The National Strategy for Planetary Protection reflects the critical importance of planetary protection to the future of space science, exploration, and life on Earth. Planetary protection refers to the policy and practice of protecting future scientific investigations by limiting biological contamination of other planetary bodies through exploration activities and protecting the Earth’s biosphere by avoiding harmful biological contamination by returning spacecraft.
Mitigating the risk of harmful biological contamination of the Earth (termed “backward contamination”) and other planetary bodies (termed “forward contamination”) supports a safe, sustainable, and predictable Earth and space environment. New missions to the Moon, Mars, and other destinations are underway or under consideration by NASA, other national space programs from around the world, and the private sector. While samples from Earth’s Moon have been deemed non-hazardous and their return to Earth has been unrestricted since 1971, both public and private entities are considering missions that would collect and return samples from other planetary bodies that have not been as thoroughly studied.
By considering the emergence of new efforts to explore and use the solar system, this strategy provides guidance to address the diverse challenges and manage any potential risk of biological contamination associated with space exploration. Accordingly, this strategy balances United States interests in promoting scientific discovery, human exploration, and the growth of private sector space activities, all with due consideration for public safety and applicable obligations. The United States intends to remain a leader in the development of internationally accepted policies and practices addressing planetary protection.
The National Strategy for Planetary Protection is an important implementation step under the 2020 National Space Policy; specifically, “the development of national and international planetary protection guidelines, working with scientific and commercial partners, for the appropriate protection of planetary bodies and Earth from harmful biological contamination.”Continued implementation of this directive will require updating United States department and agency roles and responsibilities, providing authorization and continuing supervision of private space activities, maintaining international leadership, and encouraging the development of innovative technologies and processes that reduce the costs of planetary protection.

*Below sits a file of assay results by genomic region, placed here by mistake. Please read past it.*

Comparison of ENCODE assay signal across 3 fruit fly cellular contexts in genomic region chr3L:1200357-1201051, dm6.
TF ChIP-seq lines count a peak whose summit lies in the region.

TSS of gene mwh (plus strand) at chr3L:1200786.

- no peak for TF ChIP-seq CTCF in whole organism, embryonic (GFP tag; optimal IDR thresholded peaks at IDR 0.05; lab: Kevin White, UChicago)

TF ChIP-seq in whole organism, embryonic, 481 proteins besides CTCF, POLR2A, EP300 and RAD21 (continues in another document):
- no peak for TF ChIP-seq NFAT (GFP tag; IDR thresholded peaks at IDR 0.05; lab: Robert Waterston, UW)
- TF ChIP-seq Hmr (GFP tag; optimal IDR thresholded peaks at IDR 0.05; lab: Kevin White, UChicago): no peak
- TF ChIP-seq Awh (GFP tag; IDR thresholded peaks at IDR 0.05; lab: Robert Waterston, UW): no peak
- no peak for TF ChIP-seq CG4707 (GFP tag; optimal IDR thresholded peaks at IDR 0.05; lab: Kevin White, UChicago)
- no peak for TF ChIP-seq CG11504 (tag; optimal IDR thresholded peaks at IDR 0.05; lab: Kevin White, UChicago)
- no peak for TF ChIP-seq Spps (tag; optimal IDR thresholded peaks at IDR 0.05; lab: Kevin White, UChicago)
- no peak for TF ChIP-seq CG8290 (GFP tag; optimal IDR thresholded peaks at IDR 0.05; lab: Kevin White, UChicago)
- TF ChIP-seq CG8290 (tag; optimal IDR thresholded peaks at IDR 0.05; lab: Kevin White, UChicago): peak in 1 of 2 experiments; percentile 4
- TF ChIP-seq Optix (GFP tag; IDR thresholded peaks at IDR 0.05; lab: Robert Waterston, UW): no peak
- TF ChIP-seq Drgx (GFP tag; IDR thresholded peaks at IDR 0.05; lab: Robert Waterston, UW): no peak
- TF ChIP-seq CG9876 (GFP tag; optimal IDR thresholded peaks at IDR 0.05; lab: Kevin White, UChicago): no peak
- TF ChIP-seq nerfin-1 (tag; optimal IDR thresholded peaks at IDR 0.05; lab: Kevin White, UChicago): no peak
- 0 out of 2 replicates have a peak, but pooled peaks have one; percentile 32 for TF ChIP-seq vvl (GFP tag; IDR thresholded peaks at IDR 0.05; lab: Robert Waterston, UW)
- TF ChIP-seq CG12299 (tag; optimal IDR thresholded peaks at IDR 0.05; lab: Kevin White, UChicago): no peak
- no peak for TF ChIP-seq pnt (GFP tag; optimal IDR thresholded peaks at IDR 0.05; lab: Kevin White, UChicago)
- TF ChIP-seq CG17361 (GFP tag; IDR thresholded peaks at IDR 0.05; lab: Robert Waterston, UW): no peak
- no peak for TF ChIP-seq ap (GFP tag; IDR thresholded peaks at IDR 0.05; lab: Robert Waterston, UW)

The strategy sets forth three overarching objectives corresponding to forward contamination, backward contamination, and private sector coordination:
Objective 1: Avoid harmful forward contamination by developing and implementing risk assessment and science-based guidelines and updating the interagency payload review process.
Objective 2: Avoid backward contamination by developing a Restricted Return Program to protect against adverse effects on the Earth environment due to the potential return of extraterrestrial life.
Objective 3: Incorporate the perspective and needs of the private sector by soliciting feedback and developing guidelines regarding private sector activities with potential planetary protection implications.
Efforts to meet these objectives and to develop the national planetary protection action plan will be coordinated by the Office of Science and Technology Policy (OSTP) and National Space Council (NSpC) staff, in close cooperation with appropriate Federal departments and agencies, to ensure continued United States leadership in safe and responsible scientific discovery, human exploration, and private sector space activities.
Reference: “National Strategy for Planetary Protection” by The White House National Space Council, December 2020.
I’m no expert, but to me it seems logical that potentially bio-hazardous samples be delivered to facilities at our Moon, whether on the surface or in lunar orbit.